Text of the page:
Why your future PC may be disaggregated

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The Open Compute Project (OCP) has called for a separation of the core components of computer systems, with the aim of creating a more disaggregated path to upgrades and augmentations.

The OCP has stated that it wants to see the "core components of system design" i.e. processors, motherboards and networking interconnects -- all disaggregated so they can be upgraded independently.
NOTE: The OCP is a user-driven group, with members including Facebook, formed in April 2011 with the intention of sharing customised datacenter (and ultimately other technology) designs to improve efficiency across the industry.

Facebook says that OCP technology has delivered a 38 percent increase in energy efficiency at 24 percent lower cost for its business.

The push for disaggregation is in "marked contrast" to the contemporary industry trends that lean towards converged systems combining servers, storage and networking into a single system.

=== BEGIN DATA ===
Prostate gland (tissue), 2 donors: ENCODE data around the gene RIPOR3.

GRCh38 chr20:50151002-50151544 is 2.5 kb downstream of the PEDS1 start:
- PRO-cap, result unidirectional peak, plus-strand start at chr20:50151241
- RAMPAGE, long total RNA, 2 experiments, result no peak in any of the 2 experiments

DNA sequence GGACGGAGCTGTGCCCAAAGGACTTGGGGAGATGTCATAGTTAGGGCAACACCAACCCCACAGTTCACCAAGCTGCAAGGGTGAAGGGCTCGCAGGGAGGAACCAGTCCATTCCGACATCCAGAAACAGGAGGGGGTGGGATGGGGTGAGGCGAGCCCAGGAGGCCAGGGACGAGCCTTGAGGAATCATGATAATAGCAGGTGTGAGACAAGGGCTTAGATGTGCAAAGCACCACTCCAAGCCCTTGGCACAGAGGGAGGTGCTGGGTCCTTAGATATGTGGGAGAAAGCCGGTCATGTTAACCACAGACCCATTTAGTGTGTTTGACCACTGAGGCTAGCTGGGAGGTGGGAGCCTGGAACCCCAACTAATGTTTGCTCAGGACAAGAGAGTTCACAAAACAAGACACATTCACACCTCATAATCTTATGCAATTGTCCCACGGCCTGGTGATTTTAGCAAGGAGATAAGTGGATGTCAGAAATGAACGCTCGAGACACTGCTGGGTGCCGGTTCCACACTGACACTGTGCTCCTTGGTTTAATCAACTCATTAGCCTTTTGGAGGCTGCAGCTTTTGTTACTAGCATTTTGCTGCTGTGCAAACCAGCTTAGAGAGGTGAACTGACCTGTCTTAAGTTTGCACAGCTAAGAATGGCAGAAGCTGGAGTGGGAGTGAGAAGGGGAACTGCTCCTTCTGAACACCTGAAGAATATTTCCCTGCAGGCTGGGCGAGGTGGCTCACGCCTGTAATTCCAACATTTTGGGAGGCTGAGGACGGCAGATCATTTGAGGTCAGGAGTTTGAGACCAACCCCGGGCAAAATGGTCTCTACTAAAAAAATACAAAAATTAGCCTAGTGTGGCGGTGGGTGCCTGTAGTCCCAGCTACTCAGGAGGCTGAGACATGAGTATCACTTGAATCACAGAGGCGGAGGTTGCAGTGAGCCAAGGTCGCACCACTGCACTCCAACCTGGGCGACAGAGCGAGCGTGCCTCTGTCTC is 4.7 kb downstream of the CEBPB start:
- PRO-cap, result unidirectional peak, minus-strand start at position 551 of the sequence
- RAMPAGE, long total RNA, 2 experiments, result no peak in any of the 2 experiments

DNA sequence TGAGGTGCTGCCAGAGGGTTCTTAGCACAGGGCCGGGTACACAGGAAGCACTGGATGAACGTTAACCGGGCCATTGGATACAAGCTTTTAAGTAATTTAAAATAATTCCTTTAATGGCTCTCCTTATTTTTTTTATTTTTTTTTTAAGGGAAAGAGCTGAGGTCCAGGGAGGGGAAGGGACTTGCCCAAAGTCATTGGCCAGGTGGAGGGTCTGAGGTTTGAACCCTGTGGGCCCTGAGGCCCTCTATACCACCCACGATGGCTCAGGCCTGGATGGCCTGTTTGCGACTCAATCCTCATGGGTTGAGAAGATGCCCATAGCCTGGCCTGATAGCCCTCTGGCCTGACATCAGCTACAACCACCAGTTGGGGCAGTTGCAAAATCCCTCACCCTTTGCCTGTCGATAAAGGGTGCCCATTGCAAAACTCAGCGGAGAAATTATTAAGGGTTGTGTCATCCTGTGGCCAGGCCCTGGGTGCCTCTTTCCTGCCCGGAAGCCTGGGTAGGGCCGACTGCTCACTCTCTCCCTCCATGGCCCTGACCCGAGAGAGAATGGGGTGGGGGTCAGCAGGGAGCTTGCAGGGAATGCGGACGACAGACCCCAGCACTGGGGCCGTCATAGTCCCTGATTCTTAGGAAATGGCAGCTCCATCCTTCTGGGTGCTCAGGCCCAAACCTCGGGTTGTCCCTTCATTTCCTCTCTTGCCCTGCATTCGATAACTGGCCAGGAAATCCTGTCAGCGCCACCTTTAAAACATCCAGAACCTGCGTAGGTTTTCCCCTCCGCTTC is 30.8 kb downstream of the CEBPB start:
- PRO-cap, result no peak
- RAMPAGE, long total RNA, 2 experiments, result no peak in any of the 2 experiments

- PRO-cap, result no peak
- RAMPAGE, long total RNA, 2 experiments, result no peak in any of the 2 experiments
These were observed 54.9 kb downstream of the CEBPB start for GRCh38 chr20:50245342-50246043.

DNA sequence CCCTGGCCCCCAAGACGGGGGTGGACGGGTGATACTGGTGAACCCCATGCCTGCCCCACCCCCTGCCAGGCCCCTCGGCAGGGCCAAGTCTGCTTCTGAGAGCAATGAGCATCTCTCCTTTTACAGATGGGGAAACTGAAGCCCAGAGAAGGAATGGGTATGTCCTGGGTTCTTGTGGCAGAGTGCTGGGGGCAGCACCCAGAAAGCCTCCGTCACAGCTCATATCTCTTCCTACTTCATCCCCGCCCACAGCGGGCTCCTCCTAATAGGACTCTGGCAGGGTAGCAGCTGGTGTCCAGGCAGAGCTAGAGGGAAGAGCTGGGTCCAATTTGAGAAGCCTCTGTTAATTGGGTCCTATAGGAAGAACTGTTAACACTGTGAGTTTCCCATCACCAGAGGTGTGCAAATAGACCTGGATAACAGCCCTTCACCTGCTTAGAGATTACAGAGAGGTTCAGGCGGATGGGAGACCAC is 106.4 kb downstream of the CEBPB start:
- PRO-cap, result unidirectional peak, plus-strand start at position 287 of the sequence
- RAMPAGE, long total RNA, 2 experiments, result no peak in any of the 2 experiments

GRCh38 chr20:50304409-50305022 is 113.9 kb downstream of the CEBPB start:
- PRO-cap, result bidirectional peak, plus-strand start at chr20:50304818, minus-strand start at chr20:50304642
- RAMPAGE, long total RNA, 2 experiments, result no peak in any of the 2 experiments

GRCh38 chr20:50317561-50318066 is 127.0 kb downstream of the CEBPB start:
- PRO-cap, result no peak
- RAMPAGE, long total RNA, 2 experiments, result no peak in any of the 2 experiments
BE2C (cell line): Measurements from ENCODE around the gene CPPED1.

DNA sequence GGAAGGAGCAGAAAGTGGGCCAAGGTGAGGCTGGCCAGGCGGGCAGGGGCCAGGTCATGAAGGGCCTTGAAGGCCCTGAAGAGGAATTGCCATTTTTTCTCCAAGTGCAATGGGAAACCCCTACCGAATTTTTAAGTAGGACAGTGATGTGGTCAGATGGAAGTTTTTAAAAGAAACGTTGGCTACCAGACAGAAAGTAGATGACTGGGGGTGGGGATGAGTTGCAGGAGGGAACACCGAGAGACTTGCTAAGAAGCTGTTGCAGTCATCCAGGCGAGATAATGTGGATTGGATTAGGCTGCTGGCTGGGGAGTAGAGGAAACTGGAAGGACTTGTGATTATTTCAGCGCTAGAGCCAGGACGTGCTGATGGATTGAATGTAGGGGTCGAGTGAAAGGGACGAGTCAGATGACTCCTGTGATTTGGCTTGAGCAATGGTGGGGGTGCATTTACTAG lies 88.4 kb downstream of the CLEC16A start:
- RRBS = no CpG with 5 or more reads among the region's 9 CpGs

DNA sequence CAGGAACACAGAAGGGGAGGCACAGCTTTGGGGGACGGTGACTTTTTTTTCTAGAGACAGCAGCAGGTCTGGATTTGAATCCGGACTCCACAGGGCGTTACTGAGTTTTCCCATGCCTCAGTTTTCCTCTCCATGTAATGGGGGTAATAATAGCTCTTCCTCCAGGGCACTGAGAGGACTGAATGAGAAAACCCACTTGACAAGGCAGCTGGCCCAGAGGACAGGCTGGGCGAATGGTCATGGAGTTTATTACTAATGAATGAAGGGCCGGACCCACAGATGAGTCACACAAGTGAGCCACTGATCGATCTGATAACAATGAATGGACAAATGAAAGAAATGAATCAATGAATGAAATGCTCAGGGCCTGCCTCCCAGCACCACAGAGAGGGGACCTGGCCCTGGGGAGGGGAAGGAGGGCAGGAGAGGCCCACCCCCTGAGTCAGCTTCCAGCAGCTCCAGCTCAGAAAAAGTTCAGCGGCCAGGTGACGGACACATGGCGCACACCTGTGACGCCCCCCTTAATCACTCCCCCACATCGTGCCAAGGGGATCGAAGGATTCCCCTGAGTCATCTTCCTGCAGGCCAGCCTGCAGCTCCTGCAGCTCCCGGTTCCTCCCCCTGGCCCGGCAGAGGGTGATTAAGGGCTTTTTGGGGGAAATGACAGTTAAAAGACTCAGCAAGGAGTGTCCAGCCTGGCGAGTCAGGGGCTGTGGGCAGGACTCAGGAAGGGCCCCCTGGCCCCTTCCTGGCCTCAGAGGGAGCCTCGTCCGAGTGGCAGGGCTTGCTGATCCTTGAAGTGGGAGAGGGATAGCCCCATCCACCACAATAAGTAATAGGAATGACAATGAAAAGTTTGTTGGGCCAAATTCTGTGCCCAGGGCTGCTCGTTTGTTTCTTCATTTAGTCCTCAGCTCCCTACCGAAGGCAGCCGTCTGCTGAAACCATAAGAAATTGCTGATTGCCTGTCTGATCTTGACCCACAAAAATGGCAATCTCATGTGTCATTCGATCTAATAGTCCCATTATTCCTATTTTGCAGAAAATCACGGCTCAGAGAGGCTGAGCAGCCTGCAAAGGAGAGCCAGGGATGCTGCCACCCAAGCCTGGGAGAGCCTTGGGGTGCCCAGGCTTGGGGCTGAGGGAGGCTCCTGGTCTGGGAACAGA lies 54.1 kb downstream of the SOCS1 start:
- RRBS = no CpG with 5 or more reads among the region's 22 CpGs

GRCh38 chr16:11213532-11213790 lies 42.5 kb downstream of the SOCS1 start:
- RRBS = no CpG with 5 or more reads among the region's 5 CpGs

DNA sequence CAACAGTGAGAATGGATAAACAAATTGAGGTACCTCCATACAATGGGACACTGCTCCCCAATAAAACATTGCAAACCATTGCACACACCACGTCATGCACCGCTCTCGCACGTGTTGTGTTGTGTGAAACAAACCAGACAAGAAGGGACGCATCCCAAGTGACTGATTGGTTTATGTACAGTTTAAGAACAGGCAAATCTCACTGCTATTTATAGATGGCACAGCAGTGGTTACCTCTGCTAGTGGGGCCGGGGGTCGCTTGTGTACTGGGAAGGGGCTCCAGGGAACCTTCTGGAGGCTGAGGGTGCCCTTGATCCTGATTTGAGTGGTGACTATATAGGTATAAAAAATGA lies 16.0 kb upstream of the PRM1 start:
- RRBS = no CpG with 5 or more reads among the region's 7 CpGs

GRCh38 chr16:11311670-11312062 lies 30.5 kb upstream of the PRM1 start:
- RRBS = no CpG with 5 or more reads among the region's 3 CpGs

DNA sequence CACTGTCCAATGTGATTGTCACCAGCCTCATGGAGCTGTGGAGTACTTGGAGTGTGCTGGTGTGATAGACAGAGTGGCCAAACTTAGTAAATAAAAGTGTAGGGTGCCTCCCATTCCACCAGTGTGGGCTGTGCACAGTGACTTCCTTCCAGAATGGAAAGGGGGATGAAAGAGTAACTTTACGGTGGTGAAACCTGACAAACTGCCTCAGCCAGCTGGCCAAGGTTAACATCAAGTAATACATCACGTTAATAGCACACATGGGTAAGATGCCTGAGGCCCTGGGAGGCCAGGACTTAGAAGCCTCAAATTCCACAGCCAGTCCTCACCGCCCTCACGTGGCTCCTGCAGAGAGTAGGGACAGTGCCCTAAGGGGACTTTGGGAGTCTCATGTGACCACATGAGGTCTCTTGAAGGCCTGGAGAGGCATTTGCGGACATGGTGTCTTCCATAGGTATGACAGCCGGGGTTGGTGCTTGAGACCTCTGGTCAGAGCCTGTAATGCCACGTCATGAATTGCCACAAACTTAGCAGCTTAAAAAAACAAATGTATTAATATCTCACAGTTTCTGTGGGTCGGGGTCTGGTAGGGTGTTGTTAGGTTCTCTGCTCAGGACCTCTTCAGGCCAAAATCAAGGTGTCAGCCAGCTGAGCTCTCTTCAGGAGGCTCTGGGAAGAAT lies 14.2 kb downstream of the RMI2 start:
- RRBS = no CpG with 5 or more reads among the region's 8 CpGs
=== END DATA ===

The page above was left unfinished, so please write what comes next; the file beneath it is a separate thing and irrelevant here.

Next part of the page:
Convergence has gained some traction with customers in recent years due to the relative ease and speed of deployment that pre-integrated systems enable, but there are trade-offs in terms of cost and vendor lock-in.

"Current monolithic designs can't easily be customised to fit specific workload requirements or to maximise efficiency," said John Abbott, distinguished analyst at 451 Research. "Users can't, for instance, take advantage of the latest high performance CPU without having to upgrade surrounding technologies that are still operating well."

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This page contains a single entry by Adrian Bridgwater published on March 19, 2013 11:38 AM.

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